Out of the Archives
By Gabriela Serrano
How do we speak of LGBTQ+ histories and highlight the many legacies that have brought us to our contemporary historical moment? Undeniably, we must not perpetuate history as unfolding in a neat and singular fashion. To do so would be the rejection of our histories as culminations of contested facts that spur our complex narratives. On the other hand, to accept this enables us to utilize our histories as tools for change. When we affirm history as plural, as collections of simultaneously coincidental and conflicting stories, we acknowledge the multifaceted histories we are currently building and open up space for histories we have yet to know as intimately as the 1959 Cooper Donuts Riot, the 1966 Compton Cafeteria Riot, and 1969’s legendary Stonewall riots.
It was this context, coupled with my interest to learn about LGBTQ+ histories in San Diego, which led me to volunteer at the Lambda Archives. After a few months I was privileged to be offered an intern position. This new role granted me a particular intimacy with the collections at the Archives. Tasked with cross-referencing the Archives’ inventories against themselves and against the collections housed on the shelves, I was able to see the depth and breadth the Archives has to offer.
Pouring over Lambda Archives’ collections was the catalyst for stumbling across information about many Gay and Lesbian groups organizing in Baja California, Tijuana, and San Diego. One such group was Grupo Orgullo Homosexual De Liberacion (GOHL): a homosexual group from Guadalajara, Mexico active during the 1980’s that fought for sexuality-based rights. A flyer created by GOHL announced a call to action urging folks to join a rally on July 23, 1983 to protest the unjust detention of 250 gays and lesbians and the closures of several homosexual bars and clubs by the Mexican Government.
A separate document put out by another group, Grupo De Lesbianas, declared a collective statement outlining how these Mexican Lesbian Feminists defined themselves and their movement. Together these materials highlight international solidarity and the importance of acknowledging how multiple marginalized identities influence LGBTQ+ organizing work.
Similarly, to try and identify the demographics of people who live in San Diego enables us to reframe our focus and trace the histories of communities thriving pre-settler colonial violence. There is an inherent political and historical responsibility to understand the histories of indigenous groups. Tom Lidot, a local indigenous activist, has an oral history at the Archives describing the formation of Nations of 4 Directions. This group served Two-Spirited Indigenous folks from eighteen reservations across the San Diego area. Being able to learn about Indigenous LGBTQ+ struggles allows us to complicate the political organizing histories here in San Diego.
It is in the same vein that encountering information on various publications of the late 70’s and 80’s centering black women/black lesbian communities is situated. A short list of a few of the publications noted include: Aché: The Bay Area’s Journal for Black Lesbians, The Black Scholar magazine, Matrix Mag, and Literary Xpress. To be able to unveil a glimpse of the literary scene for Black women/lesbians during a decade that was just beginning to confront the grievances of women of color presents an example of the ways communities advocate and support themselves. There are still many stories to be told, heard, and collectively remembered.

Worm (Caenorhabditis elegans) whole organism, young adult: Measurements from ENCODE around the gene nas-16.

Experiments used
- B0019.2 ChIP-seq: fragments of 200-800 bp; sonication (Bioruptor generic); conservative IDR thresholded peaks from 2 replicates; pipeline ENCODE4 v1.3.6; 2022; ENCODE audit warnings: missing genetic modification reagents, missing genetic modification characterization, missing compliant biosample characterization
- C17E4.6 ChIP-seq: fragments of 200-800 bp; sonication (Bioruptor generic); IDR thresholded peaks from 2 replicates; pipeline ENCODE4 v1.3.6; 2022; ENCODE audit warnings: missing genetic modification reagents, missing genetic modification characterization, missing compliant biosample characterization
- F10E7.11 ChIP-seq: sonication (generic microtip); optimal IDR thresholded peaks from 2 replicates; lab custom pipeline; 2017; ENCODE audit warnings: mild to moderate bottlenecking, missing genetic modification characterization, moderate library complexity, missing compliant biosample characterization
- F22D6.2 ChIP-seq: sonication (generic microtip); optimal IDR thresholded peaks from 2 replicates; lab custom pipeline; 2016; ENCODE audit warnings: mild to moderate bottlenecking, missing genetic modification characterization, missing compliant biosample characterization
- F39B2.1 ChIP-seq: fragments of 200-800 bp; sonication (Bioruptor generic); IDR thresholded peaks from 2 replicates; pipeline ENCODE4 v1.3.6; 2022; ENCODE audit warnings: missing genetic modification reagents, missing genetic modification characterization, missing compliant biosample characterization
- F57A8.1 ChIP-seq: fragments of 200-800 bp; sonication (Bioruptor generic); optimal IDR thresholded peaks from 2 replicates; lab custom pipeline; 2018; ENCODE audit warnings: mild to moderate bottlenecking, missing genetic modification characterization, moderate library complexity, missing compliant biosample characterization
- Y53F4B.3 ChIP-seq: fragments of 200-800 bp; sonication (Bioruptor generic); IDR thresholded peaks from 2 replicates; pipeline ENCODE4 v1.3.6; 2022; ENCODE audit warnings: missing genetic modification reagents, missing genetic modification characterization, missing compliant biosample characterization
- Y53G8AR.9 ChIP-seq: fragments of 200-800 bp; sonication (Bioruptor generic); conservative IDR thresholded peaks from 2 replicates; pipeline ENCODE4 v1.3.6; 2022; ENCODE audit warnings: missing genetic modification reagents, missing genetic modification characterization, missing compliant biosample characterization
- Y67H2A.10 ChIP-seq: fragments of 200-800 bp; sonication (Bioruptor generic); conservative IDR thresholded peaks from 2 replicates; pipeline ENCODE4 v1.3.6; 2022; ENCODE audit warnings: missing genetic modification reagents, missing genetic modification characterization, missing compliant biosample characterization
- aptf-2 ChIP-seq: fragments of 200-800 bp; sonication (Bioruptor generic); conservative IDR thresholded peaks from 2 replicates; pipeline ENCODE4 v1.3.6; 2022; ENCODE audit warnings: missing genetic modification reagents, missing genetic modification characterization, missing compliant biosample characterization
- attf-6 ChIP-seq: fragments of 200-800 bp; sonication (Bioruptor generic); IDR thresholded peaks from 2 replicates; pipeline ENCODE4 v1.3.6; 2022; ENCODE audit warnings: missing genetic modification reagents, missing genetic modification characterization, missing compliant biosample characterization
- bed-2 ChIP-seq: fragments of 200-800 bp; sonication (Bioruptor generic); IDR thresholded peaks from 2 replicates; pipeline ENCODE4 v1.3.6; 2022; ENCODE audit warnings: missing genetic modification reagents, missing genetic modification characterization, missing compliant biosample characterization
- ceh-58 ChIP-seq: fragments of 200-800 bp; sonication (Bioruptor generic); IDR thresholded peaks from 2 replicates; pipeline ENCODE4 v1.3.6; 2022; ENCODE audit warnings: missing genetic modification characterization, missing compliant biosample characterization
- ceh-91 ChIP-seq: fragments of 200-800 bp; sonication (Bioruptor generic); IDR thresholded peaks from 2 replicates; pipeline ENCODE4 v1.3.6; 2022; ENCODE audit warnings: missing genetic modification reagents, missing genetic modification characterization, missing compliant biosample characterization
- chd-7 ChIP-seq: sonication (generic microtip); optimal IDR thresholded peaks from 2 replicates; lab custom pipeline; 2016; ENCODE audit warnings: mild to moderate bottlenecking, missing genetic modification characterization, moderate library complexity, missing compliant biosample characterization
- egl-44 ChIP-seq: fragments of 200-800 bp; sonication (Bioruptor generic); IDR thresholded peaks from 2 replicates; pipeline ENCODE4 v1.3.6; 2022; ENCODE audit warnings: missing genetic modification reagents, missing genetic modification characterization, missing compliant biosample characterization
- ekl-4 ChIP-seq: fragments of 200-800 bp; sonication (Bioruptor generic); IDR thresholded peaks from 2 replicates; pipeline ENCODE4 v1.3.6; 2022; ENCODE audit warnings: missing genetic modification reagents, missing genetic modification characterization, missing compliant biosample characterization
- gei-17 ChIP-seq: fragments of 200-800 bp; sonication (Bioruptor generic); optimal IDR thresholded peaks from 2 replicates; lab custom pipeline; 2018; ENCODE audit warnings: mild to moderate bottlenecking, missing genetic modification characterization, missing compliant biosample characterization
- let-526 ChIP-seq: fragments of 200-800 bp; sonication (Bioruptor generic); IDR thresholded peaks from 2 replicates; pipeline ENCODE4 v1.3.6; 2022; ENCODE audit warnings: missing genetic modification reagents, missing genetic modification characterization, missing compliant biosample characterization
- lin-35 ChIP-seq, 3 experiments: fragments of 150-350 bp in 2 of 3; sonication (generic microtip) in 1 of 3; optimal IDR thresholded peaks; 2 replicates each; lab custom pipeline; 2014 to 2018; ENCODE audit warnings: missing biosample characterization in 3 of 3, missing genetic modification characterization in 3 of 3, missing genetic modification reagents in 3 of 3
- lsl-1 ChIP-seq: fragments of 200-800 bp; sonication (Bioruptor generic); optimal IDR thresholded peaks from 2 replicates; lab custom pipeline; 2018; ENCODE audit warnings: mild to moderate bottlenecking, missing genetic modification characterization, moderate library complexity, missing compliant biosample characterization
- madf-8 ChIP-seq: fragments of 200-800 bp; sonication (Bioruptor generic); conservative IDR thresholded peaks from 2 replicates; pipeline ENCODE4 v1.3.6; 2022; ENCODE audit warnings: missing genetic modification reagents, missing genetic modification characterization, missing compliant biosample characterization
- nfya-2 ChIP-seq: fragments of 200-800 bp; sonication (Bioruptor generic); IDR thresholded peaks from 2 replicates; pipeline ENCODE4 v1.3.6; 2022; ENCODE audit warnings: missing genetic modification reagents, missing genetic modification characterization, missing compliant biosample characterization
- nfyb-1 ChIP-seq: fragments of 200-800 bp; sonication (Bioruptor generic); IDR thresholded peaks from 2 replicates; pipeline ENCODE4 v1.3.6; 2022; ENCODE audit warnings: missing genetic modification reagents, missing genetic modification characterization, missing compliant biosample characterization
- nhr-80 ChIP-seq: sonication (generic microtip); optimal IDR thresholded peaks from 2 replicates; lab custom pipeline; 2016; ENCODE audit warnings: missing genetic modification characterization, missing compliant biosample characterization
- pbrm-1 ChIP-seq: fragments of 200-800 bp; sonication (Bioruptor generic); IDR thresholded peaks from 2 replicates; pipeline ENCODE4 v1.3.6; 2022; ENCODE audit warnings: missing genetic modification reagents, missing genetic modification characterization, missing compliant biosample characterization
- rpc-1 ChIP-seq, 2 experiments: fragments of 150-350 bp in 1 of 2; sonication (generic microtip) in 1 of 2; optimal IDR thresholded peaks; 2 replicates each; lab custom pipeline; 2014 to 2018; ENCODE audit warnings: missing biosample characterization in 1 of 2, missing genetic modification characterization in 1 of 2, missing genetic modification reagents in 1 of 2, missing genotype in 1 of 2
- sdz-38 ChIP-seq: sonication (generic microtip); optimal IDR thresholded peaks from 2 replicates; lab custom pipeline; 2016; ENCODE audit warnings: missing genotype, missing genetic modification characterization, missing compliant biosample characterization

It is necessary to supplement the contents of the Lambda Archives with collections that emphasize Gender Non-Conforming communities, Intersex communities, Queer communities, LGBTQ+ Disabled communities, LGBTQ+ coalitional organizing, LGBTQ+ people of color grassroots/community organizing, trans elders, and so much more.
All this begs the question: how do we come to know our histories? What resources do we have to help us in that endeavor? Our communities are some of our most vital resources and carry with them our individual and collective lived experience. Even so, our own communities are not the only resources at our disposal. In San Diego/Southern California, Lambda Archives is one such resource. The Archives showcases San Diego specific LGBTQ+ communities and their histories. The space houses a myriad of collections, including a bisexual archive (in the LGBTQ+ spectrum the Bs are the most ignored and Lambda’s collection has more on bisexuals than most other archives in the U.S.); personal collections of prominent LGBTQ+ leaders; collections focused on LGBTQ+ events; and LGBTQ+ banner, button, and t-shirt collections.
The Archives holds collections of LGBTQ+ non-profits, collectives, business, and numerous LGBTQ+ oral histories which are accessible to the public online. Lambda Archives maintains an in-house LGBTQ+ library covering the genres of non-fiction, biography, fiction, education, academic, and more. Yet, what is most striking about the space is that it exists as a community-based entity, one of the few freestanding LGBTQ+ archives in country, unaffiliated with any institution; it started as a community effort and continues to exist as an open and available resource to the communities to which it sees itself accountable.
Lambda Archives thrives when the communities it labors to amplify continue to utilize it.
For more information, contact the archives: info@LambdaArchives.org or 619-260-1522.
— Lambda Archives, a 501(c)(3) dedicated to collecting, preserving and teaching the history of the lesbian, gay, bisexual and transgender people in San Diego and the Northern Baja California region, is located at 4545 Park Blvd., in University Heights. To learn more, stop in or visit their website at lambdaarchives.org.